The Id and The Odyssey; Episode 42
Sunday morning Rich prepared a hearty breakfast for himself. After cleaning the up after the meal he read for a short period and listened to radio. Soon he was bored and restless. He peddled to the harbor and boarded the ferry to Vinylhaven Island.
Rich had great expectations on visiting the island. He had seen pictures of a small, but robust business waterfront village with small shops and a couple of restaurants. He brought his bike and thought about a short ride around the village might be interesting and invigorating.
The trip across to Rockland to Vinylhaven took less than an hour and a half. It was uneventful, but it yielded a view of Rockland Harbor from the seaside. Especially intriguing was the lighthouse on the tip of a breakwater.
The arrival at Vinylhaven was as uneventful as the ride. He saw the village from the ferry . It looked as if everyone had locked up and left town.
The ferry docked and Rich mounted his bike and peddled through the main street. There was nothing open and nothing to do. He boarded the ferry within a half hour of arriving and went back to Rockland. On the trip back he thought, “I shall never be bored with Rockland again.”
Monday, Rich located the Rockland Public Library and obtained a card. He checked out a couple of books and went back to the apartment. He read until time to go to the newspaper, only stopping for lunch.
Rich showed up at the paper and began his new duties.
At about twenty past five while sweeping the lobby Sam tossed the keys to Rich. “Make sure it’s all locked up.”.
Rich caught the keys. “Thanks.”
“If I show up in the morning and find all the presses and furniture gone, I’ll know it was you,” Sam said and exited the front door.
During the next two weeks Rich opened a savings and checking account. He also obtained a driver’s license. That was much at the urging of Sam who wanted Rich to drive bundles of newpapers to the carriers on Saturday morning. It was an extra two hours a week.
Rich sensed a closeness developing with Sam. Sam was very business like with the pressmen, office workers, and reporters. While in front of them he treated Rich as just another employee, but when no one else was around he smiled and joked. At times Rich thought it was because his job had less to do with the actual running of the business.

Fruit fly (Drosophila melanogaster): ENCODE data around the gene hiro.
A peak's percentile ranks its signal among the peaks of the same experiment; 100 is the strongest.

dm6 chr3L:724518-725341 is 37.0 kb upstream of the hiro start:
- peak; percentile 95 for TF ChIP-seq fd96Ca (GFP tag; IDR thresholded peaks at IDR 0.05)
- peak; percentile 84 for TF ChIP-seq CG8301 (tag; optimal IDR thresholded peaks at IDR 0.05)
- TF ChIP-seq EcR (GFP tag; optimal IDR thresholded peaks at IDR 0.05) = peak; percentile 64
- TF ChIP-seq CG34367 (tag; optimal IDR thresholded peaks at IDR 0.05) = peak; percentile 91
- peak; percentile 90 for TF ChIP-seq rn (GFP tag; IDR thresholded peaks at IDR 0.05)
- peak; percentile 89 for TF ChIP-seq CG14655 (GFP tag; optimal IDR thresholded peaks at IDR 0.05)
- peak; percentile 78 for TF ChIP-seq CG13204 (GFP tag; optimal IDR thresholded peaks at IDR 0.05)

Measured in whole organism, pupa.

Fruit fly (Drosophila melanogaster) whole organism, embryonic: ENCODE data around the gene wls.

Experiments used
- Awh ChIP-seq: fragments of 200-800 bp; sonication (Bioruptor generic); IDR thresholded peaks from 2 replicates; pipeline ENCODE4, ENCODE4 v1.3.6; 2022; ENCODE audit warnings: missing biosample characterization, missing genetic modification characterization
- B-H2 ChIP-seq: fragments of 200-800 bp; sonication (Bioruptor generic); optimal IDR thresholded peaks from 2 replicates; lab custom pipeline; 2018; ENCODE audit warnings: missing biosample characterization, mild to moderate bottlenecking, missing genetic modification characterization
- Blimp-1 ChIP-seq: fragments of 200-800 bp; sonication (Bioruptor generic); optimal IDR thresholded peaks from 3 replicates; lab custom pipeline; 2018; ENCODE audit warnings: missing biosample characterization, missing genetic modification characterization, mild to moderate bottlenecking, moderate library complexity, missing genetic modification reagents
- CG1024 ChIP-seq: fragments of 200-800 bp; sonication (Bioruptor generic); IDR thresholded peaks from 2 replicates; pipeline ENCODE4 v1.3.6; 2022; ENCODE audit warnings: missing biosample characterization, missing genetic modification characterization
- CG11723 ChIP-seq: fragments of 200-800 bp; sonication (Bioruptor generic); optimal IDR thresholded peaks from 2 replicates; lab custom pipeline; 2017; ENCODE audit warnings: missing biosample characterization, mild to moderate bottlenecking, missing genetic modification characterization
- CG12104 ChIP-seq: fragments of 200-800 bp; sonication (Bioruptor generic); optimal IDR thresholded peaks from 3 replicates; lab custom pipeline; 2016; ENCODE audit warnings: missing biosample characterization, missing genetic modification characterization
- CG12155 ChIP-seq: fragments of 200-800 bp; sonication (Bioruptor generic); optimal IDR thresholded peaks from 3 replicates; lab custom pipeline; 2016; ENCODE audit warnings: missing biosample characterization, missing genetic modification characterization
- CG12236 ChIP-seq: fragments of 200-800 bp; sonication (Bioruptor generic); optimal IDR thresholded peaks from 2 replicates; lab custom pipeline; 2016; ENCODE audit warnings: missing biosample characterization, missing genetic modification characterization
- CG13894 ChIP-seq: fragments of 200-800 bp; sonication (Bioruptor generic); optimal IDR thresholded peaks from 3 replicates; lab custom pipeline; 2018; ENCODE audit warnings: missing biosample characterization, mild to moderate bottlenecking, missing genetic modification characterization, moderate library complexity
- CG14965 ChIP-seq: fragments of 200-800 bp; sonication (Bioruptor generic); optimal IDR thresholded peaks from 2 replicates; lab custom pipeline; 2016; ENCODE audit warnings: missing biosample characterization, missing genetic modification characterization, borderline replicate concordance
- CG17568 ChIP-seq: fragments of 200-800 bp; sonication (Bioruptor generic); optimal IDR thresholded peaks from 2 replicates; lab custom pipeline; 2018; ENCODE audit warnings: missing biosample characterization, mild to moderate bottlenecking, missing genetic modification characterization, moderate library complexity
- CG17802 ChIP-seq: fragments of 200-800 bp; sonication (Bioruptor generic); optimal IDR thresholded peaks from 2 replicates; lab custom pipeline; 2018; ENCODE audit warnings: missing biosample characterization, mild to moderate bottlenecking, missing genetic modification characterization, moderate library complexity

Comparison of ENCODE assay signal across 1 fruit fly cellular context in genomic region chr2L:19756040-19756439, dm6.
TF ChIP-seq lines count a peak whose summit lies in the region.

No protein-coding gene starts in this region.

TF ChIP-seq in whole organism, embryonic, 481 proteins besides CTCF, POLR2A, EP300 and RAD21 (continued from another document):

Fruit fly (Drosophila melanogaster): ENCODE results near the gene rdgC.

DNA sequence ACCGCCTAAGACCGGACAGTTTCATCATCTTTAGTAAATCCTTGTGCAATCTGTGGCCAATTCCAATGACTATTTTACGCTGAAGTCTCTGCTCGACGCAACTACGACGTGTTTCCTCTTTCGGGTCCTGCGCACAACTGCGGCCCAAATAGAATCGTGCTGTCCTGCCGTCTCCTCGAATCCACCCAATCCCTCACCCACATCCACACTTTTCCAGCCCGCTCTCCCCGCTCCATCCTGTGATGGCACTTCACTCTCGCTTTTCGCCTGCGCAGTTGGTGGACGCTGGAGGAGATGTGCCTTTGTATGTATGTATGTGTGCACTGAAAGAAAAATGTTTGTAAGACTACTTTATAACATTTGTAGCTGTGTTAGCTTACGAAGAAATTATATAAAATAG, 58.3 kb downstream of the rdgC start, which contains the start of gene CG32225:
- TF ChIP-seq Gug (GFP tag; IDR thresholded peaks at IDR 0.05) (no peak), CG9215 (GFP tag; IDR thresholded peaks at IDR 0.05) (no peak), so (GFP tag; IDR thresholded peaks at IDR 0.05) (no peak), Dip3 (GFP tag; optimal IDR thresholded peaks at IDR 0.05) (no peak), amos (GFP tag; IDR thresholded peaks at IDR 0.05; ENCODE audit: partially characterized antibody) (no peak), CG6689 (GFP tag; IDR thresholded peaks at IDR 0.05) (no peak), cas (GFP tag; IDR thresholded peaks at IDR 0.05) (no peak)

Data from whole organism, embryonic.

Sam was giving Rich special attention and showed more than the usual interest in him. It was even more than friends, to Rich he seemed almost like an uncle or older brother.
It was the Monday before Thanksgiving. Everyone had left the building. Rich was emptying trash baskets in the main office in the lobby. Sam slipped his key into the lock of the front door to let himself out.
“See ya tomorrow, Rich,” Sam said and waived.
“Have a good night, Mr. White,” Rich said. “Oh, before you go, we’re losing a carrier, Russ Martin on Summer Street.”
“Write a note and put it on Marge’s desk,” Sam said. “You don’t want some more work do you?” Sam joked.
“If you need me to fill in until someone is found, I can do it,” Rich said.
“I’m not serious,” Sam said.
“People sometimes say things when they joke that they really mean,” Rich said. “It prevents them from looking foolish.”
Sam grinned broadly. “Rich, I really didn’t mean it.”
“Yeah, right,” Rich said.
“No,” Sam said. “Wait a minute, the more I protest the less sincere it sounds.”
“Something like that,” Rich said and waved. “I’m messing with you.”
Sam opened the door and walked out. He quickly leaned back inside. “What are you doing for Thanksgiving?”
“I haven’t given it any thought.” Rich said. “I suppose I’ll read and take a walk and go kill a turkey, I‘ll invite some Indians over and we‘ll pop some corn.”
“Save that for next year. Katie and I would like for you to come over for Thanksgiving,” Sam said. “We invited another couple. So how ‘bout it?”
“Sure,” Rich said, “but don‘t you think you should ask Katie first?”
“I said something to her this past weekend,” Sam said. “Seriously, she’d like to meet you and I’d like you to meet my friends.”
“What time?” Rich said.
“If you come at noon that will be fine. We’ll eat around two and you won’t be able to move until around six.”
“Should I bring anything?” Rich said.
“No,” Sam said, “but if you want, bring some Indians.”
Sam locked the door and smiled through the window at Rich.